Tdm5050
Tdm5050

What a great weekend it would be to have a tribute card (well planned and well adertised) to Harley at the Lake.

Cliffhanger
Cliffhanger

Those were the days. The WWE can't hold a candle to the old circuits.

Michael Cusortelli
Michael Cusortelli

This is a great story, and I really enjoyed reading it.Harley Race was on the card of the first pro wrestling show I ever saw in person -- it was January 1976 at the Cow Palace in San Francisco. He was in the battle royal, and I think maybe another match later on.Fight on Mr. Race!

Doug Mendoza
Doug Mendoza

Great wrestling memories brought back by the story, besides being agood story on its own merits.

Still remember when I was getting my hoozh on at a Kiel Auditoriumwresting event - Dick the Bruiser beat Harley Race with a flying crossbody block & pin. In follow up Wrestling at the Chase interview,Harley said he didn't know Dick the Bruiser even knew a wrestlingmove. I know it's all (semi-)scripted. But the way Harley was glassyeyed and shaking out the cobwebs walking past me up the aisle to backto the dressing room, I think he really did slam his head back intothe mat as he fell.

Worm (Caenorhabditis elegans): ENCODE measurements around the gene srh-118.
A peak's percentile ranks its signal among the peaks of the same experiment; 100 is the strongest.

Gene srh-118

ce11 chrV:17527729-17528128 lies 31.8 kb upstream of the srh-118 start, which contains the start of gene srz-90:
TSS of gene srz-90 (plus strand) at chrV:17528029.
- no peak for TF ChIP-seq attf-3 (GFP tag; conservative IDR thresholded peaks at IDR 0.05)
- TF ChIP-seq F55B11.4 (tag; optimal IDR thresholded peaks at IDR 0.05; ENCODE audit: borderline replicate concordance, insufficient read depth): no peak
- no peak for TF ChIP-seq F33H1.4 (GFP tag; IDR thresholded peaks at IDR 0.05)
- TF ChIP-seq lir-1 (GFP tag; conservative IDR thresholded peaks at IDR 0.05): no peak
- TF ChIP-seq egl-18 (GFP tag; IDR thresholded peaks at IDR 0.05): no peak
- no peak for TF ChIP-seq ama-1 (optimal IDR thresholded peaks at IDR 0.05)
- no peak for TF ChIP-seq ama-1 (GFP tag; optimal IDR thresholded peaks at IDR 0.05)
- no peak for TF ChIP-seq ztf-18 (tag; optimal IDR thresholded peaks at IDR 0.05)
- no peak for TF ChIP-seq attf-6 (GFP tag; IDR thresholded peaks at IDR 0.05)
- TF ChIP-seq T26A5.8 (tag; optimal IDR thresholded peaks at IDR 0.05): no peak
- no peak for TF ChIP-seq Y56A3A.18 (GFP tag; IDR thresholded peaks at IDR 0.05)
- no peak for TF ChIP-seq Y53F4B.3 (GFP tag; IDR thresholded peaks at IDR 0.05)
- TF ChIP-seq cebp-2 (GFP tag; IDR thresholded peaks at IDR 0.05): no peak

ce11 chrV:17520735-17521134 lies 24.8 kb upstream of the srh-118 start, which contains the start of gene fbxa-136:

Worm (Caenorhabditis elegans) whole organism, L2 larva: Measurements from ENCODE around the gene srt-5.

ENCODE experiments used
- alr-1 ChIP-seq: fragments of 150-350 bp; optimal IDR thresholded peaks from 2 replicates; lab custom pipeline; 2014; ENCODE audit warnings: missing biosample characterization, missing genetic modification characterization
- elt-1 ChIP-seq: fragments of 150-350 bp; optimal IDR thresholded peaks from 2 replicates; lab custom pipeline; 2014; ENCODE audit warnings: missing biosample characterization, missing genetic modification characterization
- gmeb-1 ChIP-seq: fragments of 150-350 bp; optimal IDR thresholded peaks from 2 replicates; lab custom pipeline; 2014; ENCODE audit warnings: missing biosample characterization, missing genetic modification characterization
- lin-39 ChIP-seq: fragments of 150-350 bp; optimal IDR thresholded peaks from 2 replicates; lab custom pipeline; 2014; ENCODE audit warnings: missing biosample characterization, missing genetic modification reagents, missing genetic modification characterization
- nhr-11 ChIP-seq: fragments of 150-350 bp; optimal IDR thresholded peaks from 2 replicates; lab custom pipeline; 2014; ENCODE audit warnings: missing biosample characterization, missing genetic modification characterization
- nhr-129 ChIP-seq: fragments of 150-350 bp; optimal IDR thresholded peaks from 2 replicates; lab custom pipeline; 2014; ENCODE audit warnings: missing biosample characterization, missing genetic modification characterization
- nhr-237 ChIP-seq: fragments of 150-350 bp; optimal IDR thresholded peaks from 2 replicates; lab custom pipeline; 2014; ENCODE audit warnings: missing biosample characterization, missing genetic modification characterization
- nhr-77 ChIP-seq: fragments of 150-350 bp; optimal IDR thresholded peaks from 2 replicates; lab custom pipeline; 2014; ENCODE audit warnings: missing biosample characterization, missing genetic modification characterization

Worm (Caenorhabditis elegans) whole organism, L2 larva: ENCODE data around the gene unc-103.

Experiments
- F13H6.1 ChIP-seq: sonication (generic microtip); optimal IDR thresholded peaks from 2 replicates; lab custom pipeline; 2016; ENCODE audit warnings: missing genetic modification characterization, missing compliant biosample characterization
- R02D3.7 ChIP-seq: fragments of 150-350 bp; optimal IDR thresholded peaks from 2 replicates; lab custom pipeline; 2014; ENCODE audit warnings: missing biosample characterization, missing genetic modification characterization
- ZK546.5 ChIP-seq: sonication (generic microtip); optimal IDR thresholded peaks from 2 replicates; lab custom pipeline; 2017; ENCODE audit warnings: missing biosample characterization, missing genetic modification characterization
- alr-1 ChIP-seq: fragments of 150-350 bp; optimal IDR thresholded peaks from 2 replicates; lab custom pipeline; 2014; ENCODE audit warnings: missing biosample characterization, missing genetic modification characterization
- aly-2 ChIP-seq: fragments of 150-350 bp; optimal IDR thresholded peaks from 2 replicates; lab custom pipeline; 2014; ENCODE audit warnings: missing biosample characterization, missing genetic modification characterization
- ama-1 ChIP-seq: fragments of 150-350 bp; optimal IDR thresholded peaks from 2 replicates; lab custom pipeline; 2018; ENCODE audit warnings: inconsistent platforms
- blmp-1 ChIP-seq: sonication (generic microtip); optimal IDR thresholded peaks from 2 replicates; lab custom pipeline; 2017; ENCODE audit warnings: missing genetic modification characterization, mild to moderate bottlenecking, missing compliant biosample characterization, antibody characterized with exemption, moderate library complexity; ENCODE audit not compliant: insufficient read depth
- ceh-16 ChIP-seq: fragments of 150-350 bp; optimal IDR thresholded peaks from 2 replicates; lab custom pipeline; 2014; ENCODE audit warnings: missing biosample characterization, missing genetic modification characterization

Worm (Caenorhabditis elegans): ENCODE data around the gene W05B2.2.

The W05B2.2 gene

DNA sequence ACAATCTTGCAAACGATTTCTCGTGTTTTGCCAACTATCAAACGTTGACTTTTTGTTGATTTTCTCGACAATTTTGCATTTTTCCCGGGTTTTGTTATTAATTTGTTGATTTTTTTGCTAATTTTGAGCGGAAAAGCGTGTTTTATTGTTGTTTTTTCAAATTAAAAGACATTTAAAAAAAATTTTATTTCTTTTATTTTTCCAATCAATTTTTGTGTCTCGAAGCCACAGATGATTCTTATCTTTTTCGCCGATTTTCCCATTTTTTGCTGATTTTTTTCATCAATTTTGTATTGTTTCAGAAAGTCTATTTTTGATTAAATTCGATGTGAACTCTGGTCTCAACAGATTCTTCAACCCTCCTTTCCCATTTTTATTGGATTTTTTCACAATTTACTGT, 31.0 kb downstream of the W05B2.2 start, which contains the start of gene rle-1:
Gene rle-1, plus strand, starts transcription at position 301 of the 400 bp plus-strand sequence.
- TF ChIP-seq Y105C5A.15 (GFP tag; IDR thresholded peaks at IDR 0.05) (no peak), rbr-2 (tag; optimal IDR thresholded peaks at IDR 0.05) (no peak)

Can't believe the reporter left out my favorite, and I believe thefirst, moniker that Harley Race had: Harley "Mad Dog" Race!

Pete Pepper
Pete Pepper

This is a great article. And it makes you wonder why these old guys are left by the wayside despite all they brought to this art form. Maybe its time for Harley Race to get some time in the lime light, one last time. Who wouldnt like to see him walk the ramp at RAW? Would be better than what they have been pushing lately.

Lordsnot1
Lordsnot1